Watershed Roundup
September 2020 Newsletter from the 30 Mile River Watershed Association

Photo: Morning Coffee, Flying Pond by Karen Kurkjian
Program Spotlight: Watershed Surveys
Lovejoy Pond Watershed Survey on September 26

On September 26th, 30 Mile and the Lovejoy Pond Improvement Association (LPIA), in partnership with the Maine Department of Environmental Protection (DEP) and the University of Maine at Farmington, will be conducting a watershed survey of Lovejoy Pond.

The purpose of the survey is to look for areas of active soil erosion that could harm water quality through runoff. Polluted runoff carries nutrients that stimulate harmful algae growth and is the largest source of pollution and water quality decline to lakes and ponds in Maine. A comprehensive survey enables us to identify and prioritize issues and to qualify for grants to fix problems. Similar surveys have already been conducted on other lakes in the watershed, including Androscoggin, David, Echo, Flying, Minnehonk, and Parker.

During the survey, trained volunteers led by technical leaders will be walking properties and roads not only on the shorefront, but throughout the whole watershed – all the area that drains into Lovejoy Pond (outlined on the map above).

The information collected will NOT be used for enforcement or regulatory purposes. Survey teams will wear masks and take other precautions to ensure the safety of all.

For more information, or to exclude your property from the survey, contact Diana McLaughlin of LPIA at mclaughlin.diana.m@roadrunner.com, (207) 685-9540.
There's Still Time! Summer Photo Contest
Do you take a lot of photos on the lakes, ponds and streams that make up the 30 Mile River Watershed?

Share your favorites with us for a chance to win! The categories are: Fun Times, Watershed Wildlife, Flourishing Flora and Spectacular Scenes.

The deadline to enter is September 15th. Click here to learn more and enter.

Photo: Dog Days of Summer by Karen Kurkjian
LakeSmart Tip: Healthy Septic Systems
To keep our waters clean and healthy, out of sight shouldn’t mean out of mind. Improperly functioning and overloaded septic systems are major sources of water pollution, leaking harmful pollutants like bacteria and phosphorus into groundwater, lakes and streams. Maintaining a healthy, high-functioning septic system is a vital step you can take to protect your lake, and save you money from costly repairs or a system replacement. Does your system check all the boxes? (Click the image to enlarge it.)

For an excellent resource about how to take care of your septic system, click here.

To learn more about the statewide LakeSmart program, click here.

To request a free LakeSmart site visit or to learn about volunteering, please contact Lidie at lidie@30mileriver.org.
Voices from the Watershed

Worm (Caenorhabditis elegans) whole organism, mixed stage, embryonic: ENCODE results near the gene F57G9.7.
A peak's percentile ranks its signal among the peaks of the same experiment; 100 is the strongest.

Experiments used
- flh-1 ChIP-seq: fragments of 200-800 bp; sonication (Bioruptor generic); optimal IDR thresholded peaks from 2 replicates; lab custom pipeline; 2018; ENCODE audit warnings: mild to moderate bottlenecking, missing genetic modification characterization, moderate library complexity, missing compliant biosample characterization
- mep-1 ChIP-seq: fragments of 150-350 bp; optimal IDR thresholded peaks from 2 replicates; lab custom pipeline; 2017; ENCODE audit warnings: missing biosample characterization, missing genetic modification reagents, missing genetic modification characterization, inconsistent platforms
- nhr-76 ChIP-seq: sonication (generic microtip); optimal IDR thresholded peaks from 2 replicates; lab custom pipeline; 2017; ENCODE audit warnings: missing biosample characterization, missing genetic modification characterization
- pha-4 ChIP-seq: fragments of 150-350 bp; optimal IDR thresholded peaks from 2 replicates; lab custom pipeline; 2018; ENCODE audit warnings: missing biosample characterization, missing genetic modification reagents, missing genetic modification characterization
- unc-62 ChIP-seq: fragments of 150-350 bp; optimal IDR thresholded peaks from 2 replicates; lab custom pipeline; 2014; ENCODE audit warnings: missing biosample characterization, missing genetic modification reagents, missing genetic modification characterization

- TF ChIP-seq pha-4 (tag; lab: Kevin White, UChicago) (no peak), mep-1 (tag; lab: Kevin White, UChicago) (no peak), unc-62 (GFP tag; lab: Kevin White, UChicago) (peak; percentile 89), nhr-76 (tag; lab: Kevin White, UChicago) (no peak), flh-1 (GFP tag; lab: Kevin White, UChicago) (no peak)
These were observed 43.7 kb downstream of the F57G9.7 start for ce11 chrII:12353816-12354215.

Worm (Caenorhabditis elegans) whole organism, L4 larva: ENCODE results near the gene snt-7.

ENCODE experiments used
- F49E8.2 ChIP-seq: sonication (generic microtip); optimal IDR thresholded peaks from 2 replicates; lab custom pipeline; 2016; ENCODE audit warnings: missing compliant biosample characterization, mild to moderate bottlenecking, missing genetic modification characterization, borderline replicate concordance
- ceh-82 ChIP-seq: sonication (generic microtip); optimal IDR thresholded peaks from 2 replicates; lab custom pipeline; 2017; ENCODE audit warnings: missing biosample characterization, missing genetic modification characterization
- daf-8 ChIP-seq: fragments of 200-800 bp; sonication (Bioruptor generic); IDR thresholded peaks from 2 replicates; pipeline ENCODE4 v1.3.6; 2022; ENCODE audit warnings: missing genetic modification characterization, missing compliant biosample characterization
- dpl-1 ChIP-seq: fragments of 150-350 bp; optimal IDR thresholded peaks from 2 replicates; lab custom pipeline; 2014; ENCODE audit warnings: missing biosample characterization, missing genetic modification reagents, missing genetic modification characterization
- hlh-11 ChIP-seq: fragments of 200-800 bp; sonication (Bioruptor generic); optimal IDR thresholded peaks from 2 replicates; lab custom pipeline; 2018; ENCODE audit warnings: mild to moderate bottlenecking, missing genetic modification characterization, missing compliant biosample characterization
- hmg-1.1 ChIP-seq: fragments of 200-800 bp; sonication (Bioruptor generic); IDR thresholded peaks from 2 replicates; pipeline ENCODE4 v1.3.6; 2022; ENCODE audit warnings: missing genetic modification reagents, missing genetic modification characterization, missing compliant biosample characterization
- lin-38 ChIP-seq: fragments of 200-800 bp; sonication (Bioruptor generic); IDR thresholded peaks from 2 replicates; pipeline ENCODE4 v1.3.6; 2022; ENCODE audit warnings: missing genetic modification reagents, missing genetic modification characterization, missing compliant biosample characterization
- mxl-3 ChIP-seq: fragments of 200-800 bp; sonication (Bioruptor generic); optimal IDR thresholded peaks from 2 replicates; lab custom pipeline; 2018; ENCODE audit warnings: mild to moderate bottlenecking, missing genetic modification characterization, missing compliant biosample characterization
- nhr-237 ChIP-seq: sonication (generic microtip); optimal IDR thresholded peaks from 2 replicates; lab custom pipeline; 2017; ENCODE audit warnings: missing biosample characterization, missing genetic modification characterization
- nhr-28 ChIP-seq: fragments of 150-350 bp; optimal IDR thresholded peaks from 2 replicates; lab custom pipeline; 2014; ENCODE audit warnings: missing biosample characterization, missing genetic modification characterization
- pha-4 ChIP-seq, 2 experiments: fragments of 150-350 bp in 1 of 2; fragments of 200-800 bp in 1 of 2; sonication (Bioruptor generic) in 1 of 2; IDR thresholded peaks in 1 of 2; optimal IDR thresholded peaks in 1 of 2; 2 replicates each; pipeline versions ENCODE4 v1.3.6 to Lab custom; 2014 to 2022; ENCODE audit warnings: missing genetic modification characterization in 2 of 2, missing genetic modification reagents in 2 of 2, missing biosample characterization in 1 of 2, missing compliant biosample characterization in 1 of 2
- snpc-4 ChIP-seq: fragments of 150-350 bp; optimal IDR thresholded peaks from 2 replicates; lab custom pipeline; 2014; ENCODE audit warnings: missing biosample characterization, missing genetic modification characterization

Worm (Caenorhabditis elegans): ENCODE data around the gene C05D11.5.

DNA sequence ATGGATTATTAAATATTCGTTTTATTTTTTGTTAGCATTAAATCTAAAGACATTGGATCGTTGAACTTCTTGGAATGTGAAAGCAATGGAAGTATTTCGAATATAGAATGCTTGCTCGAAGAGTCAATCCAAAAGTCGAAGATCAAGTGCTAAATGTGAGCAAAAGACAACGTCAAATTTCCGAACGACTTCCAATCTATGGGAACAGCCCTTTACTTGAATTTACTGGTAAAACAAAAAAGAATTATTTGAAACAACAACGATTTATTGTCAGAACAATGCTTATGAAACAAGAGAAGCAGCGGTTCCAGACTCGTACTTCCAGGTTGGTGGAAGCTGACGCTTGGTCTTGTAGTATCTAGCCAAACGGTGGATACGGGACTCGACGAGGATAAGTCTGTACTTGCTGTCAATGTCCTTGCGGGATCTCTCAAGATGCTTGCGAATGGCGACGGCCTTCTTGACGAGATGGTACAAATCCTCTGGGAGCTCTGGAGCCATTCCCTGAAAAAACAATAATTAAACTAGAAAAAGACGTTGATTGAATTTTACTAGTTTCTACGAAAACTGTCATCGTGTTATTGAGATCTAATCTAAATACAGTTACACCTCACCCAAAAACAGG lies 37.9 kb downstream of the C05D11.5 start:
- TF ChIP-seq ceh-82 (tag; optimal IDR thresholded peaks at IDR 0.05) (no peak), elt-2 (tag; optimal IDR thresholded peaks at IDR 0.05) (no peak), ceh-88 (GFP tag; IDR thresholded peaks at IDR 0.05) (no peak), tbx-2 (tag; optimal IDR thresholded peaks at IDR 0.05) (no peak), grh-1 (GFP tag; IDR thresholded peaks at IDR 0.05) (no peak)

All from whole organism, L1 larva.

Neowise Over Flying Pond
by Kyle Schwab, Originally published in the Flying Pond Improvement Association Summer Newsletter (Vol 4)

"This summer I had the opportunity to bring some of my college friends to our lake cabin. It is important to note that none of them have ever been to Maine before. When I took them out on the dock at night they were in awe. They couldn’t believe this is what the stars should look like when you look up at them. They were so fascinated by them that after looking up for so long their necks began to cramp.

While we were there for the week, we had the privilege to see comet Neowise. We were especially lucky to view it from Flying Pond as it was so bright and unmistakable. Comet Neowise looks like a beaming star that has a narrow tail treading behind it. The interesting thing about this comet is its orbital period is every 6,766 years. My friends were in absolute shock between the stars, shooting stars, passing satellites and comet Neowise. They felt honored to witness this all happen right above us because most people may never have the opportunity. After seeing their reactions, I began to appreciate the night sky even more because I am one of the lucky ones who is able to see the stars from Mount Vernon every summer..." Read the full story here.
What's in a Name?
The Thirty Mile River is a waterway used long ago by Native Americans and pioneers traveling from the Androscoggin River to the Sandy River Valley. The name dates back to around the 1750s, when timber hunters paddled from Lewiston up the Androscoggin River to the north end of Echo Lake in what is now the town of Mt. Vernon. Estimating they had traveled 30 miles, they named the chain of lakes, ponds and streams the Thirty Mile River.

Do you know the history of your lake, pond or steam's name?

Send it to Lidie at lidie@30mileriver.org to be featured it in an upcoming newsletter.
Upcoming Events
Saturday, October 3rd, 8:45 AM - 3:30PM | Register here
Maple Hill Farm Inn and Conference Center

Conference Workshops include:
  • “Repairing and Maintaining Gravel Roads for Water Quality” by John Maclaine, DEP
  • “Legal Aspects of Administrative Operations” by Attorneys Mary Denison of Lake & Denison, Winthrop, Maine, and John Cunningham of Eaton & Peabody, Brunswick, Maine
  • “Encouraging Member Participation” by Roberta Manter, MARA Board Member and Legislative Liaison, and founder of Maine ROADWays (Residents & Owners on Abandoned & Discontinued Ways)
Become a Watershed Warrior
We are excited to launch our new program for monthly giving: Watershed Warriors.

By becoming a Watershed Warrior, you will provide sustained, monthly support to keep our programs thriving throughout the year.

How does it work?
You decide how much you would like to give each month and complete the form here. Your credit card will then be charged each month, automatically, ensuring your support instantly makes a critical impact. 

For more information, please visit our website or contact lidie@30mileriver.org.
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